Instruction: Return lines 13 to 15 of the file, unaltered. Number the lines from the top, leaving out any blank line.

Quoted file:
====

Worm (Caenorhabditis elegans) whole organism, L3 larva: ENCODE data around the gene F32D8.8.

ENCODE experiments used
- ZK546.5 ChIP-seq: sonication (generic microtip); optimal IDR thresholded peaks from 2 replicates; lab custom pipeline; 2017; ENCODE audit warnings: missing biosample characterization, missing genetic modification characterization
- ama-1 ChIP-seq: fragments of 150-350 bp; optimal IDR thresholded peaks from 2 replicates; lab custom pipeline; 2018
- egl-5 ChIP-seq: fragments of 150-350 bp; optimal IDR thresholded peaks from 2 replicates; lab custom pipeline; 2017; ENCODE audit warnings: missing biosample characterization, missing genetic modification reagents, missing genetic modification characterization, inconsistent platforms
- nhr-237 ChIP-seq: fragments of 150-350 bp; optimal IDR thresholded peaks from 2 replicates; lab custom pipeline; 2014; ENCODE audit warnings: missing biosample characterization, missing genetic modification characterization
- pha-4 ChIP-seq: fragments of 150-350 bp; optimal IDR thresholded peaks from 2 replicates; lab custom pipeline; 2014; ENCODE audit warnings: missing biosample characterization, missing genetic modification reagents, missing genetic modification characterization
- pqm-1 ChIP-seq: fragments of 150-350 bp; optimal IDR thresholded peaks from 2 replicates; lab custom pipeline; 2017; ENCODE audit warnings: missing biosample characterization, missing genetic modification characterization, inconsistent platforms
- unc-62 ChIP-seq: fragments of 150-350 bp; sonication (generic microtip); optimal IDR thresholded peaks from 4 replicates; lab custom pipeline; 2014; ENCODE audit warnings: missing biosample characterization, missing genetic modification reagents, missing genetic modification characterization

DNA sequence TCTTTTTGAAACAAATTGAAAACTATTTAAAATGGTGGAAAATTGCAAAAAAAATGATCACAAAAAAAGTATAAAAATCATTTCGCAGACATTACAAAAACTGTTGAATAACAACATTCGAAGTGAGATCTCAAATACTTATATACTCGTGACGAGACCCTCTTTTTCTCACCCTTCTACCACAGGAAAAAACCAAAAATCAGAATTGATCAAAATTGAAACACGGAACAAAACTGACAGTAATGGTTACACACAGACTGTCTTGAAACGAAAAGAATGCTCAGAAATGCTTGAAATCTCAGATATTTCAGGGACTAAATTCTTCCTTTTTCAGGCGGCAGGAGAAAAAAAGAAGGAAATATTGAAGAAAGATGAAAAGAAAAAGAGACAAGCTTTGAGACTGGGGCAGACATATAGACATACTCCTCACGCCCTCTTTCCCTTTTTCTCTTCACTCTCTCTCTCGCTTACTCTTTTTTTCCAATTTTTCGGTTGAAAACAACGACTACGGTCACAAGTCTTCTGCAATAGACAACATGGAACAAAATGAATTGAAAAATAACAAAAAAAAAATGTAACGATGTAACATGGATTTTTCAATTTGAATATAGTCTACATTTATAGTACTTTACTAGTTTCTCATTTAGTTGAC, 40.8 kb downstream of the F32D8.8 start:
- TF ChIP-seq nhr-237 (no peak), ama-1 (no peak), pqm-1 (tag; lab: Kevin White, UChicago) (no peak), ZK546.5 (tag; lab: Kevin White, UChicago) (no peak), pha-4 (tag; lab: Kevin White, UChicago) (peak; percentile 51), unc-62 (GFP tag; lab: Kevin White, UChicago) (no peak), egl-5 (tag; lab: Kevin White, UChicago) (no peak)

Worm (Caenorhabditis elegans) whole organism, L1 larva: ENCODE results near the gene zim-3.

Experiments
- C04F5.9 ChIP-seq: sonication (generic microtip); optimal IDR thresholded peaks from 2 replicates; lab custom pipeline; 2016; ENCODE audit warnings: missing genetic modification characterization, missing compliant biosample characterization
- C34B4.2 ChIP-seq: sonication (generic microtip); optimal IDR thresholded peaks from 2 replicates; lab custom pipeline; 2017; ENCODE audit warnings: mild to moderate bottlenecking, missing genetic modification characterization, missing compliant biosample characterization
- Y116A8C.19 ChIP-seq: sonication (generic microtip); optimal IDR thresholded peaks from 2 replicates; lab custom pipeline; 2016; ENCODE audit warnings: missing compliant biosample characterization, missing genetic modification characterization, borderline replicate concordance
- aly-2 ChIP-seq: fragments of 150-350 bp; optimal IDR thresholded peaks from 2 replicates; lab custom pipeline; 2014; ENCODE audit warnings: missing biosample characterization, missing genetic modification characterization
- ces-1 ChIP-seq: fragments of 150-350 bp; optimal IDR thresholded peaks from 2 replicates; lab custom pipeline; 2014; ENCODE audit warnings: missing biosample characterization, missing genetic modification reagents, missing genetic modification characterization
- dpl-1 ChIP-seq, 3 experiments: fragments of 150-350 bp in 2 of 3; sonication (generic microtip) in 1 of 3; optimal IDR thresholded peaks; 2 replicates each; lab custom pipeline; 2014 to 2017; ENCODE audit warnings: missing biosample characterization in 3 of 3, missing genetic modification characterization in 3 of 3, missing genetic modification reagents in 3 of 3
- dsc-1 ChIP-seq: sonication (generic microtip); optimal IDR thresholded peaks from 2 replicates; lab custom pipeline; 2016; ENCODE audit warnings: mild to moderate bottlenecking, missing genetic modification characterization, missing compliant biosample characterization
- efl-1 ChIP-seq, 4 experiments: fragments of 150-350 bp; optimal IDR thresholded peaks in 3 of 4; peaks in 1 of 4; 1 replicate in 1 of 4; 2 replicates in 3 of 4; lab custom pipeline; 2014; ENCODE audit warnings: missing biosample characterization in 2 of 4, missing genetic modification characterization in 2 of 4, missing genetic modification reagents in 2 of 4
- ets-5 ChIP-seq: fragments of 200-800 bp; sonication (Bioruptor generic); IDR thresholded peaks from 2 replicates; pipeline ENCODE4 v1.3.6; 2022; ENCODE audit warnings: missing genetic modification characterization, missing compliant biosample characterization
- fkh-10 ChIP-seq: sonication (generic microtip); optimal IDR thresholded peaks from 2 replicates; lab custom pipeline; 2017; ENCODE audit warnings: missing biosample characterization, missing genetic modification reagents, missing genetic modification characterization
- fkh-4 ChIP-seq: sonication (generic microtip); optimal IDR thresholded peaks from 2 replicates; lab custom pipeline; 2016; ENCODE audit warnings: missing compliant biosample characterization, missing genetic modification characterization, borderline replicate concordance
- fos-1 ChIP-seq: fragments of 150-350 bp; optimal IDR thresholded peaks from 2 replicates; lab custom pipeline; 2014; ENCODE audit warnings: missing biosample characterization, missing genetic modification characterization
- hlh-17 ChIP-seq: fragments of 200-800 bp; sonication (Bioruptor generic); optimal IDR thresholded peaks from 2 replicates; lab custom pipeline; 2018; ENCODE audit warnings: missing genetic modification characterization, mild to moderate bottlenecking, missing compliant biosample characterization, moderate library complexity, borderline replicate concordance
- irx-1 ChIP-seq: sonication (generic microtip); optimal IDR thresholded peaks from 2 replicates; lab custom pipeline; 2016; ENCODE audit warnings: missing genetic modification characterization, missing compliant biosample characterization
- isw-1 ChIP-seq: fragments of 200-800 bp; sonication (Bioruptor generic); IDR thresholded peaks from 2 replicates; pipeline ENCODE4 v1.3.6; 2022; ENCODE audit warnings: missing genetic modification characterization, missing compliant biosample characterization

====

Experiments
- C04F5.9 ChIP-seq: sonication (generic microtip); optimal IDR thresholded peaks from 2 replicates; lab custom pipeline; 2016; ENCODE audit warnings: missing genetic modification characterization, missing compliant biosample characterization
- C34B4.2 ChIP-seq: sonication (generic microtip); optimal IDR thresholded peaks from 2 replicates; lab custom pipeline; 2017; ENCODE audit warnings: mild to moderate bottlenecking, missing genetic modification characterization, missing compliant biosample characterization